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So you’re looking to get healthy and sign up with a gym as a new member. Everything looks great until you start to learn about the complex terms, lengthy contract agreements and large number of programs and offerings each gym requires you to select from. So what seemed like a straightforward decision before has quickly turned into a detailed, complex matter!
Not to worry though! The following article has been designed to provide you with specific actionable steps you can take to guide you through the process and get you a great deal on your membership at the same time:
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Find Your Match
When selecting a gym to sign on with, it’s always good to begin by doing a little research into the various options in your area, their relative offerings in regards to facilities, classes, and instructors, as well as price and membership packages. This not only prepares you well for negotiating a good price on your membership, it also has an added benefit of helping you determine your top choices for what you’re looking for in a gym. In addition, if you find competing gyms with different price models, you can often ask the gym you are most interested in for a price match to obtain the benefit of the lower price offering.
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Time It Right
The best time to purchase a gym membership is off-season and at the end of the month. For many gyms, the peak period for signing up the majority of clients is during the winter months or at the beginning of the year (when people are still committed to their New Year’s resolutions!). For this reason, membership directors aren’t concerned about cutting you a good deal on a membership because they have plenty of other customers to service and satisfy. This becomes a very different story in the summer months when most people opt to exercise outdoors or take time off to vacation with their families. That being said, the summer months are the best time to sign on for a membership as directors are looking for new clients to increase demand during their slower period.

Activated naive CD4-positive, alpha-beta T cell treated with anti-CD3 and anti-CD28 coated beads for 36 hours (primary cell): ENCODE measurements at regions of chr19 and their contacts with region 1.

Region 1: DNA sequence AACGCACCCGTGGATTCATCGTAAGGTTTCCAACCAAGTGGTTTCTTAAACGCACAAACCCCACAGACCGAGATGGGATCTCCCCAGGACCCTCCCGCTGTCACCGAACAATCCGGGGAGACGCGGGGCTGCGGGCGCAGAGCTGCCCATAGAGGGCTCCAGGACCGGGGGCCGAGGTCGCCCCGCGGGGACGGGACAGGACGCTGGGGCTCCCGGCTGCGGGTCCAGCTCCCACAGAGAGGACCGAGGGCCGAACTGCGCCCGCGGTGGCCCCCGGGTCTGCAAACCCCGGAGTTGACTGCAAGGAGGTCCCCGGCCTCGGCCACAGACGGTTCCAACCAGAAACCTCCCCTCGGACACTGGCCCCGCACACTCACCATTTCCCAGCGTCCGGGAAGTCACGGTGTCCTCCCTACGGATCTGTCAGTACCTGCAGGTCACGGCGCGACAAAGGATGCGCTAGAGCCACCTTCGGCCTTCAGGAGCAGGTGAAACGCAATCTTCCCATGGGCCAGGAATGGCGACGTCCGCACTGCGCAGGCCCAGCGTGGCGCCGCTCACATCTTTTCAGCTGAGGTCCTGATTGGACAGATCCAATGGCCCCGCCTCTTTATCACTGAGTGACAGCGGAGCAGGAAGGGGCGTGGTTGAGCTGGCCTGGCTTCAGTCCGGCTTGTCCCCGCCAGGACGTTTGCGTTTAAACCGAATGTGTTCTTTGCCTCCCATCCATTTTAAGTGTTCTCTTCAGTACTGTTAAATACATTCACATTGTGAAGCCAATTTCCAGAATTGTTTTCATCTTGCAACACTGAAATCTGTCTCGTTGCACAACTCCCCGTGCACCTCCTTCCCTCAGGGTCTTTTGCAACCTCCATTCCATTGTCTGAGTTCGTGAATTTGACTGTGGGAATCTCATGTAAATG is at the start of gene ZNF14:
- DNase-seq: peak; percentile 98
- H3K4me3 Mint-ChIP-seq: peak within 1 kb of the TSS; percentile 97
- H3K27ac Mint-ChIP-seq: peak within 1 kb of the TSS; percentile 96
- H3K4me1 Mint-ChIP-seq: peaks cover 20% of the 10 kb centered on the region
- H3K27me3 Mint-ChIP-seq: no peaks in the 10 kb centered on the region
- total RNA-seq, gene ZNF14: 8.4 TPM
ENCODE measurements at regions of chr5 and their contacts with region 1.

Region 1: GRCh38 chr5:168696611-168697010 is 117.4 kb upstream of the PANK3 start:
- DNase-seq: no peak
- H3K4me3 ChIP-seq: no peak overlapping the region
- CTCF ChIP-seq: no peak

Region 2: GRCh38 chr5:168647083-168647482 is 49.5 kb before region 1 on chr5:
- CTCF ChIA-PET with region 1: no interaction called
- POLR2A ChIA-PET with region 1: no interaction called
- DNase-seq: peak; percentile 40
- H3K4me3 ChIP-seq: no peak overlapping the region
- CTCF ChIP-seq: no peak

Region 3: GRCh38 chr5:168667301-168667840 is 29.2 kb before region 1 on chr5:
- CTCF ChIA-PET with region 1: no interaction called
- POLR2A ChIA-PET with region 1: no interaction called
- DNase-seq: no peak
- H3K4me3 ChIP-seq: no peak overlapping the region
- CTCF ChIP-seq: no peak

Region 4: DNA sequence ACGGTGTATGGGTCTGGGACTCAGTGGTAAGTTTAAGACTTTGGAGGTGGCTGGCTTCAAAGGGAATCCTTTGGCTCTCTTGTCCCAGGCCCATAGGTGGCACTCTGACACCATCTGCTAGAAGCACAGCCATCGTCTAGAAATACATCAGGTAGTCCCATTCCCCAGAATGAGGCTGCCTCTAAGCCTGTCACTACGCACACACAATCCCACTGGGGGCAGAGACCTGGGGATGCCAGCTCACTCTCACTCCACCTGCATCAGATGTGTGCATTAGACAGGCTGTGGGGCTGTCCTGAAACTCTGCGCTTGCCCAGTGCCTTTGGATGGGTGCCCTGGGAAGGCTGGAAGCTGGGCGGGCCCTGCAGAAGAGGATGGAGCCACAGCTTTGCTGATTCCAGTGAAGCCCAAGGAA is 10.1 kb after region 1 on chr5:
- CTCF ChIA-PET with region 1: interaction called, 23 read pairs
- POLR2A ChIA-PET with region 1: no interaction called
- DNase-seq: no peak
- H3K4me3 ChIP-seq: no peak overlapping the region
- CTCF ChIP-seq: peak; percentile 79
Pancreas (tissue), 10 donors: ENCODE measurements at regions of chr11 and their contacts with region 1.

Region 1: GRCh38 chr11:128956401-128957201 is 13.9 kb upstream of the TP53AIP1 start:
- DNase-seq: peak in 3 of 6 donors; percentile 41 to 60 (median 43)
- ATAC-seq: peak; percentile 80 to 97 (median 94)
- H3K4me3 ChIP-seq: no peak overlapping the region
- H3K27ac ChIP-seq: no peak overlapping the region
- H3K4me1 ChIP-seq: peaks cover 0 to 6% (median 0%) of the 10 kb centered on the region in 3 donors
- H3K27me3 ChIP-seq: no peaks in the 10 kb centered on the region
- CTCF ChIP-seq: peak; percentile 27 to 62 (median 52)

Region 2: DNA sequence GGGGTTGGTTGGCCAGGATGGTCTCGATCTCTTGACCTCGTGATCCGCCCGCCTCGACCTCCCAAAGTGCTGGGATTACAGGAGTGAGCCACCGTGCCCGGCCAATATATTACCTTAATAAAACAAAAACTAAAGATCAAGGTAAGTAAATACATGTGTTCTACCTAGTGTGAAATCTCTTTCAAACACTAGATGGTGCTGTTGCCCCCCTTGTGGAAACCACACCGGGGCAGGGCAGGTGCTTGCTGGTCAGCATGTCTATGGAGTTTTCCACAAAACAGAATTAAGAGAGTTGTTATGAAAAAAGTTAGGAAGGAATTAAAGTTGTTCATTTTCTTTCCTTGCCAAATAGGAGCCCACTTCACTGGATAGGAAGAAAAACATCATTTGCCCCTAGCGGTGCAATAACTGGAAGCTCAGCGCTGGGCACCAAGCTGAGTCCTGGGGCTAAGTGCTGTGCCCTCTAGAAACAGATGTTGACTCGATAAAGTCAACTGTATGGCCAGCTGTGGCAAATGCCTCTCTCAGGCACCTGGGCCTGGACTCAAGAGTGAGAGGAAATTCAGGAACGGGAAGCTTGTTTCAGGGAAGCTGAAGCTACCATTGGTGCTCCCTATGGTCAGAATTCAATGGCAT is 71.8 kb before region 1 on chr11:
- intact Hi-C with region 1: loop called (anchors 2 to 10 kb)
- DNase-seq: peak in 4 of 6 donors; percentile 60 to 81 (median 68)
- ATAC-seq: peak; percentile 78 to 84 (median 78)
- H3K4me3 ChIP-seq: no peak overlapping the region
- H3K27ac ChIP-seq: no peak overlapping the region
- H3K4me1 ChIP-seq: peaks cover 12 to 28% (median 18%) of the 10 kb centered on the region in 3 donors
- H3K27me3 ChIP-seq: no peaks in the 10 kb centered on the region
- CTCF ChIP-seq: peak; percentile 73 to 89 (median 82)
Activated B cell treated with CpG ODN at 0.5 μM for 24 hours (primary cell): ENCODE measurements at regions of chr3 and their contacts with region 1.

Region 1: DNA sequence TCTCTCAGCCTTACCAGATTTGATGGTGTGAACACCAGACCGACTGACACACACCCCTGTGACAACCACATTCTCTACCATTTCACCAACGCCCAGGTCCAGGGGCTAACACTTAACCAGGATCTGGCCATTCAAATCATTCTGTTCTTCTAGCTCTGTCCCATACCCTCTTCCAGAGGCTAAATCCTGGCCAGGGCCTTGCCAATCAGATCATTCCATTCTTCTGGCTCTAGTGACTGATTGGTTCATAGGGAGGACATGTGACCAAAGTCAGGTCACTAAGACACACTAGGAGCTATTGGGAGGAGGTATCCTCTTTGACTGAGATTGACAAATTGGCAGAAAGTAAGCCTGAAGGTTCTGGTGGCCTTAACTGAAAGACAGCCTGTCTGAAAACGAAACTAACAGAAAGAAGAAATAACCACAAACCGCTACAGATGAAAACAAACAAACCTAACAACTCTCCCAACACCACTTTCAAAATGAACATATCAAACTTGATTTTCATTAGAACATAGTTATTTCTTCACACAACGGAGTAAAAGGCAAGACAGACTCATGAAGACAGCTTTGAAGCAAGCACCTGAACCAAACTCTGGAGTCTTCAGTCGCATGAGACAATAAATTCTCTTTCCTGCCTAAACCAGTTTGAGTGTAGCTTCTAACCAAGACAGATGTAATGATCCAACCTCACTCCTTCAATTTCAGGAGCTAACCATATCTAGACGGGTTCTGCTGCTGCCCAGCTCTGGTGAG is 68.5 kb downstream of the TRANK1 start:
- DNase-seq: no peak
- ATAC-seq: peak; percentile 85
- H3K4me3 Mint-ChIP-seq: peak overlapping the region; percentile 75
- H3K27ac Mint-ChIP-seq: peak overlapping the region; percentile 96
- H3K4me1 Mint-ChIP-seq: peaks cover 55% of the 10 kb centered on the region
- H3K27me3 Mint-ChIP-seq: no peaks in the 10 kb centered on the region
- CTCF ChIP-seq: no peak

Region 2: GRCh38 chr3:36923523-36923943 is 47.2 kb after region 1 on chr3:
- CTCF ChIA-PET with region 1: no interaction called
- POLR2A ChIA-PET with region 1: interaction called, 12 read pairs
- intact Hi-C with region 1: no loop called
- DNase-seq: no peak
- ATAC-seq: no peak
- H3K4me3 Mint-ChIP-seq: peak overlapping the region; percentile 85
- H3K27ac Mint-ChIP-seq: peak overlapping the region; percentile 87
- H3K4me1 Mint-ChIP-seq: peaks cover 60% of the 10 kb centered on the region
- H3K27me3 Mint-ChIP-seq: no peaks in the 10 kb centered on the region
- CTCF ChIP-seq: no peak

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When you begin a negotiation, always ask for a little more than you really want. Anchor your objective so that if they state the first offer, you state your price at an equal distance from their figure and the price you actually want. For example, if the maximum price you are willing to pay for a membership is $40/month, and the figure they provide is $50, your initial offer should be $30. In this way, you set your desired price as your midpoint leaving you plenty of room to negotiate a good deal!
Another common yet very effective negotiation strategy is to be a reluctant buyer. Meet with the gym’s membership director in person, clearly state your objectives and budget and be prepared to walk away if necessary. In most circumstances, they will have difficulty watching you walk away from the deal and will likely try to find a way to meet most if not all of your requirements.
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Many employers and workplaces offer their employees fully subsidized or partially discounted memberships to fitness facilities and health clubs so you can take advantage of this offering and cover the cost of your gym membership with this benefit. If your employer does not currently offer this benefit, speak with them about the benefits of starting a program like this and be sure to highlight all the other employees interested in this benefit as well! Garnering support from co-workers can really help your cause!